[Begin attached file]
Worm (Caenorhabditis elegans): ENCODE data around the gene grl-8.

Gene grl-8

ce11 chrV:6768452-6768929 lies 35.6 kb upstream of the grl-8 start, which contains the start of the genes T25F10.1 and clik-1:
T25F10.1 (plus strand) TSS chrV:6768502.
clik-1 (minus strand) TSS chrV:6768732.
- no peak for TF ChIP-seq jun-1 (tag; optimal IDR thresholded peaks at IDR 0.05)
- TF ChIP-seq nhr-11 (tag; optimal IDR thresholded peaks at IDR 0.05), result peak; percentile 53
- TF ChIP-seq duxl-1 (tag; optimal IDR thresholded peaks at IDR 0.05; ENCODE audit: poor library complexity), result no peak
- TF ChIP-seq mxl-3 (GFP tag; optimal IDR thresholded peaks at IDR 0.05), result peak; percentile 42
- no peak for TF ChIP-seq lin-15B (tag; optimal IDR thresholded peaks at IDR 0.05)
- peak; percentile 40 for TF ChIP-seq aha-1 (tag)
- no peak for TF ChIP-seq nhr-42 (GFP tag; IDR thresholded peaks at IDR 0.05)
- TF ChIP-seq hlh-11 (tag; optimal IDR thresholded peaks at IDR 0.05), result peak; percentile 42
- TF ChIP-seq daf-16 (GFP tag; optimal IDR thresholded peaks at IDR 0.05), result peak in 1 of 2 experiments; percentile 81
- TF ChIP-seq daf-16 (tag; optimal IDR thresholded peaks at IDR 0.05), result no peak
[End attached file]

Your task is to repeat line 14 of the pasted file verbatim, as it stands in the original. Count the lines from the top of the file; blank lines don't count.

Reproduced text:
- TF ChIP-seq daf-16 (GFP tag; optimal IDR thresholded peaks at IDR 0.05), result peak in 1 of 2 experiments; percentile 81